QFC, LLC v. IRON CENTURIAN, LLC

Docket No. 51302/17, Motion Sequence No. 001.

2017 NY Slip Op 31443(U)

QFC, LLC d/b/a QUICK FIX CAPITAL Plaintiff, v. IRON CENTURIAN, LLC and MOHAMED SADIQUI, Defendants.

Supreme Court, Westchester County.


Attorney(s) appearing for the Case

Funding Metrics, LLC, 13 Wall Street, New York, New York 10005.

Amos Weinberg, Esq. , 49 Somerset Drive South, Great Neck, New York 10020.


Decision and Order

DAVID F. EVERETT, Judge.

Defendants Iron Centurion, LLC (Iron) and Mohamed Sadiqui (Sadiqui) move for an order, pursuant to CPLR 5015, vacating the confession of judgment, voiding the written merchant agreement dated November 14, 2016 (Merchant Agreement), and cancelling and enjoining prosecution on the Merchant Agreement on the ground that it contemplates an illegal transaction. The motion is opposed.

Upon the forgoing papers, the motion is granted.

The following facts are taken from the parties' motion papers, opposition papers, annexed exhibits and the record, and are undisputed unless otherwise indicated.

On or about January 31, 2017, plaintiff Funding Metrics, LLC d/b/a Quick Fix Capital (QFC) filed an affidavit of nonpayment in support of a confession of judgment in the Office of the Westchester County Clerk. Along with the affidavit of nonpayment, QFC submitted a copy of the affidavit of confession of judgment (Confession of Judgment) dated November 14, 2016, and signed by Sadiqui on behalf of himself and Iron. In the affidavit, Sadiqui confessed judgment individually, jointly and severally, in favor of QFC and against himself and Iron, and authorized the entry of judgment in favor of QFC and against himself and Iron in the sum of $21,900.00, less any payments timely made under the terms of the Merchant Agreement. Both the Merchant Agreement and the Confession of Judgment were dated and executed on November 14, 2016.

The affidavit of nonpayment submitted in support of entry of the Confession of Judgment states, in relevant part, that on November 14, 2016, Iron entered into a secured merchant agreement pursuant to which "QFC agreed to buy all rights of the Defendant [Iron's] future accounts receivable, having a face value of $21,900.00. The purchase price for these receivables was $15,000.00" (aff of nonpayment, ¶ 3). The affidavit of nonpayment further states: "[p]ursuant to the Agreement, Defendant [Iron] authorized QFC to debit from its bank account, by means of an online ACH [Automated Clearing House] debit, a percentage of Defendant [Iron's] accounts receivable (the `Specified Percentage'), until the purchased amount of receivables — $21,900.00 — was paid in full" (id. ¶ 4). The Specified Percentage set forth in the Merchant Agreement is 11.02%.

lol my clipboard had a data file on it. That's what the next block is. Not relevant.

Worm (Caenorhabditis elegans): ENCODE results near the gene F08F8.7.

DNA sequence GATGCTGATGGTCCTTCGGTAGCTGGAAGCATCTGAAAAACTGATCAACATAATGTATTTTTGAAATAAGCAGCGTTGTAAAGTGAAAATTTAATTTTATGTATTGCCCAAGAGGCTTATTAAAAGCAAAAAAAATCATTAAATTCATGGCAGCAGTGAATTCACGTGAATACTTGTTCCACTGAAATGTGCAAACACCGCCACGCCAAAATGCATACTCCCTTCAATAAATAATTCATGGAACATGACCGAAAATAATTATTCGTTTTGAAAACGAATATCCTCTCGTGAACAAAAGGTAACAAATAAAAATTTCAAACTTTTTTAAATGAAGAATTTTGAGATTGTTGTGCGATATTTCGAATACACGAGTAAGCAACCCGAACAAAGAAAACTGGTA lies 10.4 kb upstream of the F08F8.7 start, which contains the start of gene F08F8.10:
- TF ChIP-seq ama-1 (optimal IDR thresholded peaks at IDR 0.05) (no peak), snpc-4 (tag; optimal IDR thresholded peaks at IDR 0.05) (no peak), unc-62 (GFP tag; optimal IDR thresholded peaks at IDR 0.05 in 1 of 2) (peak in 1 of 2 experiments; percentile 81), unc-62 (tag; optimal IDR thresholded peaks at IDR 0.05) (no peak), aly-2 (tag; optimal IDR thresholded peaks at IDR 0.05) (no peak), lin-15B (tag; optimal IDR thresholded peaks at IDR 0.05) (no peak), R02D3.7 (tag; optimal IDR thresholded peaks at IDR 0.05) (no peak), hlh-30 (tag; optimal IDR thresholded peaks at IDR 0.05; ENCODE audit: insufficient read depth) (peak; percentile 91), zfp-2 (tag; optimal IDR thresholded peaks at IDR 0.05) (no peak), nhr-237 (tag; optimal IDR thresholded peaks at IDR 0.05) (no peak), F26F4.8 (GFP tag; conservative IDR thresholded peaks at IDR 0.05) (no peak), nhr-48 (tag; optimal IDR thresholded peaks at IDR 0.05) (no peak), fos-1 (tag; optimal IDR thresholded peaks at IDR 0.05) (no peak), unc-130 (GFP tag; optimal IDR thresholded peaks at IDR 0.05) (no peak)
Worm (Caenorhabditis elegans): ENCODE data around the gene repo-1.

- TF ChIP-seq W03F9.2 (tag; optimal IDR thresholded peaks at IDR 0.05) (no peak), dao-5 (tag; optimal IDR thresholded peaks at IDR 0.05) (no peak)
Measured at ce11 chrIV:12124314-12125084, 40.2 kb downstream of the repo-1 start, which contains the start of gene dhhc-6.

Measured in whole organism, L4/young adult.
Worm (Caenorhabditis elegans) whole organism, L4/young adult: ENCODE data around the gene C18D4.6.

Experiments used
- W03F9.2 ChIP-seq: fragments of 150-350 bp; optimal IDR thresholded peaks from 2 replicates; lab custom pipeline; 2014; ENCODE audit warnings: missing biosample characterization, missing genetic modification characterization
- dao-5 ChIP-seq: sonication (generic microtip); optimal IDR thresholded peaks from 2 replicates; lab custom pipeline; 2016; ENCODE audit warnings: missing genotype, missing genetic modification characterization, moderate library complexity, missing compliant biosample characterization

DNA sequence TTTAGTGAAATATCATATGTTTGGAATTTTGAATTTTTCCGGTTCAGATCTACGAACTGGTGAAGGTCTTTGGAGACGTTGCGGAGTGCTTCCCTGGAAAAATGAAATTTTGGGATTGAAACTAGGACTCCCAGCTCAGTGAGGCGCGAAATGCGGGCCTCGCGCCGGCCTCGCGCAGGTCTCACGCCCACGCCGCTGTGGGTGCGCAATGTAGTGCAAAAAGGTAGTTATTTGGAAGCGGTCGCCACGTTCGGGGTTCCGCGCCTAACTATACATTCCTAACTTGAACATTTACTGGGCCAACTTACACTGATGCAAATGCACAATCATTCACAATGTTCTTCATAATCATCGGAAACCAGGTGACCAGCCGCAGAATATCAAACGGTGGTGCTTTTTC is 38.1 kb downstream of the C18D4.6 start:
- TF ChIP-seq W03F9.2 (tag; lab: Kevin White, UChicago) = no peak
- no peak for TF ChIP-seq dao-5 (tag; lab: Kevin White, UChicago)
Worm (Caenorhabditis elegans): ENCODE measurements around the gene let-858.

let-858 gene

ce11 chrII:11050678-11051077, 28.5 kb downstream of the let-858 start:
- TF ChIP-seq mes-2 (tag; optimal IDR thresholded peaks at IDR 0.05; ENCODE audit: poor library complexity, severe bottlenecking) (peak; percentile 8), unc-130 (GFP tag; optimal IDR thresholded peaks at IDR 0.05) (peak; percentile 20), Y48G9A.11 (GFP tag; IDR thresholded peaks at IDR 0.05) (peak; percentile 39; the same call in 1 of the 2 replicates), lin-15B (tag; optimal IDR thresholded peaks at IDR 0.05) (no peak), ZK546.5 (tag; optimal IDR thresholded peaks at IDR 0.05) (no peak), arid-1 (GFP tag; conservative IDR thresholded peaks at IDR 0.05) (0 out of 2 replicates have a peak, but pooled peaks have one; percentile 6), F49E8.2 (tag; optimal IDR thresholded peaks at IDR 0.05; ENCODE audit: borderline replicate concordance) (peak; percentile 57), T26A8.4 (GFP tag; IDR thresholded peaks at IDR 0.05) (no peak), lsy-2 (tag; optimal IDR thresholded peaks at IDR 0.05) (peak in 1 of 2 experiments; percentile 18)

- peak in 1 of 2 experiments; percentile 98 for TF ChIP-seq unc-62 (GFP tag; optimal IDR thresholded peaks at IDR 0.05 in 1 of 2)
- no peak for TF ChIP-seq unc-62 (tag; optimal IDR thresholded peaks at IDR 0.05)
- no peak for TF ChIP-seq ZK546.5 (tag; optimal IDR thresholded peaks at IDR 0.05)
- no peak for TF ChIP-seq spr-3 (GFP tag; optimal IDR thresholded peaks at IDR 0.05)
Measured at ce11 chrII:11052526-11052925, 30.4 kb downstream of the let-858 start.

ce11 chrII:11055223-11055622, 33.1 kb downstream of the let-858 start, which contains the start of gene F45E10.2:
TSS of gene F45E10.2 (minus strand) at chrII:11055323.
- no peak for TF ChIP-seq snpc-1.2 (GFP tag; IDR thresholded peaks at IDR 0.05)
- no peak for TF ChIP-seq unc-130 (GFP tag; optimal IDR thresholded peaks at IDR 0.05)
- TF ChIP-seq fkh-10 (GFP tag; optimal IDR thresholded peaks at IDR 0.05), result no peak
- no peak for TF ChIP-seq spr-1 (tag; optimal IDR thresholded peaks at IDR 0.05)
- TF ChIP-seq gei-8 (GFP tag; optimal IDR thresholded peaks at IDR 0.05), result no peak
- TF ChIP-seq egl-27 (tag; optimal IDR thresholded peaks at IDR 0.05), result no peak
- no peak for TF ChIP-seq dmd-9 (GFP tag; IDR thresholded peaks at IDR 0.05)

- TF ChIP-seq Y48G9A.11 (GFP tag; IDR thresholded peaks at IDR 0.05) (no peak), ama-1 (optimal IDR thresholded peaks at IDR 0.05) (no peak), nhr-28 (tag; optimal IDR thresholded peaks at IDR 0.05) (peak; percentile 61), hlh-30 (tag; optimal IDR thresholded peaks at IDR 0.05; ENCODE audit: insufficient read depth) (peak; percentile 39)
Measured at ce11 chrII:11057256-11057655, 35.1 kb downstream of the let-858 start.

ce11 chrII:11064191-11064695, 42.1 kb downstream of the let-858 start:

The Confession of Judgment adjudged QFC entitled, with execution thereof, to recover from defendants, jointly and severally, the sum of $15,595.42, plus interest at 16% in the amount of $328.14, plus costs and disbursements in the amount of $225.00, plus attorneys' fees at 25% in the amount of $3,898.86, for a total sum of $20,047.42.

Prior to rendering a decision on the pending motion, the Court must address a collateral issue that has come to its attention. The copy of the agreement document that QFC attached to the Confession of Judgment entered in the Office of the Westchester County on January 31, 2017, was not the Merchant Agreement at issue. The agreement document pertained to a different financial arrangement between the parties, contemplating Iron's receipt of $25,030.00 from QFC, in exchange for repayment in the amount $36,543.80, by way of daily payments in the amount of $553.69, which was also dated November 14, 2016. In their affidavit in support of the motion, defendants point to the fact that, prior to filing the Confession of Judgment, QFC received and accepted daily payments from Iron in the amount of $331.82, which is consistent with the payment schedule under the Merchant Agreement, not the other agreement document of the same date. The defect was not cured, and nowhere in QFC's response to defendants' motion to vacate did it deny submitting the wrong document to the County Clerk, nor did it explain or even address the issue. Therefore, inasmuch as QFC fails to refute defendants' claim that the agreement document submitted with the Confession of Judgment was not the document needed to support the Confession of Judgment, this Court finds that the Confession of Judgment was not properly supported and must be vacated.

The balance of defendants' motion asserts that the Confession of Judgment must be vacated, because the financial arrangement contemplated under the Merchant Agreement was a usurious loan, cloaked as a purchase of defendants' receivables, based on: the lack of forgiveness of the loan if defendants are unable to collect the receivables; the annual percentage rate of 177% for the $21,900.00 loan resulting from fixed payments of $331.82 each business day over a period of approximately 93 days; and the Merchant Agreement's elimination of all risk and contingency from QFC's ability to collect. This, defendants assert, render enforcement of a judgment based on a usurious transaction to be improper and against public policy.